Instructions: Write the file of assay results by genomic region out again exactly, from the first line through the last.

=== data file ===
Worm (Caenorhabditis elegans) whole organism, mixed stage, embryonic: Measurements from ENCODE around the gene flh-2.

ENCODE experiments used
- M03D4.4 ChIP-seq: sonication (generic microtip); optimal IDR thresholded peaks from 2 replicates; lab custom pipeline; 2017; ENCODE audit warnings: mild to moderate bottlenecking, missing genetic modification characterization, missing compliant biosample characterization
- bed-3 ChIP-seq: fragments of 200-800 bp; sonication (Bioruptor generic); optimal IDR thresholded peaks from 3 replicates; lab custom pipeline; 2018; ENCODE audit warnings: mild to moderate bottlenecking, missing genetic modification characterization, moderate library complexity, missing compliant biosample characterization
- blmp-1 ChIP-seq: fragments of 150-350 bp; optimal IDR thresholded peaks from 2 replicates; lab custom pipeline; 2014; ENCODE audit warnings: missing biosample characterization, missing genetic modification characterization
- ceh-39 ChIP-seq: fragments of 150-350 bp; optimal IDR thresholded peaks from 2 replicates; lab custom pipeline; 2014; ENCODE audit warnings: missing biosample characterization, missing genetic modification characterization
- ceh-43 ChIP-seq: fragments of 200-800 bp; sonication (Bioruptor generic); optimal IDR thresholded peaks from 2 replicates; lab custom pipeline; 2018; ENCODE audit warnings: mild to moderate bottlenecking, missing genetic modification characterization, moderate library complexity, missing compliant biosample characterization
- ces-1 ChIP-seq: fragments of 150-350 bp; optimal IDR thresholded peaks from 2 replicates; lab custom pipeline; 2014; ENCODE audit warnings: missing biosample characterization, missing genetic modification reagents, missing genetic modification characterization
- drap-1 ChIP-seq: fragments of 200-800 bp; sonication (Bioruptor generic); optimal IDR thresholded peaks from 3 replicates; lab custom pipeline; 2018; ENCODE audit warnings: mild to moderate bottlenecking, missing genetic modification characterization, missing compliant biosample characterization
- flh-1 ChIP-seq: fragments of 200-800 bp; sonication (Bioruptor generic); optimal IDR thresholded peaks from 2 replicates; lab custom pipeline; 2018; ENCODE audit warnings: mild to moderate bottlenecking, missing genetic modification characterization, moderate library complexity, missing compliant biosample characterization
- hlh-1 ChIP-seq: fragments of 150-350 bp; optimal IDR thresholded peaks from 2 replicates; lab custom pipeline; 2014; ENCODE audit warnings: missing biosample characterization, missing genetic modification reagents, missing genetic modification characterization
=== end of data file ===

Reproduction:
Worm (Caenorhabditis elegans) whole organism, mixed stage, embryonic: Measurements from ENCODE around the gene flh-2.

ENCODE experiments used
- M03D4.4 ChIP-seq: sonication (generic microtip); optimal IDR thresholded peaks from 2 replicates; lab custom pipeline; 2017; ENCODE audit warnings: mild to moderate bottlenecking, missing genetic modification characterization, missing compliant biosample characterization
- bed-3 ChIP-seq: fragments of 200-800 bp; sonication (Bioruptor generic); optimal IDR thresholded peaks from 3 replicates; lab custom pipeline; 2018; ENCODE audit warnings: mild to moderate bottlenecking, missing genetic modification characterization, moderate library complexity, missing compliant biosample characterization
- blmp-1 ChIP-seq: fragments of 150-350 bp; optimal IDR thresholded peaks from 2 replicates; lab custom pipeline; 2014; ENCODE audit warnings: missing biosample characterization, missing genetic modification characterization
- ceh-39 ChIP-seq: fragments of 150-350 bp; optimal IDR thresholded peaks from 2 replicates; lab custom pipeline; 2014; ENCODE audit warnings: missing biosample characterization, missing genetic modification characterization
- ceh-43 ChIP-seq: fragments of 200-800 bp; sonication (Bioruptor generic); optimal IDR thresholded peaks from 2 replicates; lab custom pipeline; 2018; ENCODE audit warnings: mild to moderate bottlenecking, missing genetic modification characterization, moderate library complexity, missing compliant biosample characterization
- ces-1 ChIP-seq: fragments of 150-350 bp; optimal IDR thresholded peaks from 2 replicates; lab custom pipeline; 2014; ENCODE audit warnings: missing biosample characterization, missing genetic modification reagents, missing genetic modification characterization
- drap-1 ChIP-seq: fragments of 200-800 bp; sonication (Bioruptor generic); optimal IDR thresholded peaks from 3 replicates; lab custom pipeline; 2018; ENCODE audit warnings: mild to moderate bottlenecking, missing genetic modification characterization, missing compliant biosample characterization
- flh-1 ChIP-seq: fragments of 200-800 bp; sonication (Bioruptor generic); optimal IDR thresholded peaks from 2 replicates; lab custom pipeline; 2018; ENCODE audit warnings: mild to moderate bottlenecking, missing genetic modification characterization, moderate library complexity, missing compliant biosample characterization
- hlh-1 ChIP-seq: fragments of 150-350 bp; optimal IDR thresholded peaks from 2 replicates; lab custom pipeline; 2014; ENCODE audit warnings: missing biosample characterization, missing genetic modification reagents, missing genetic modification characterization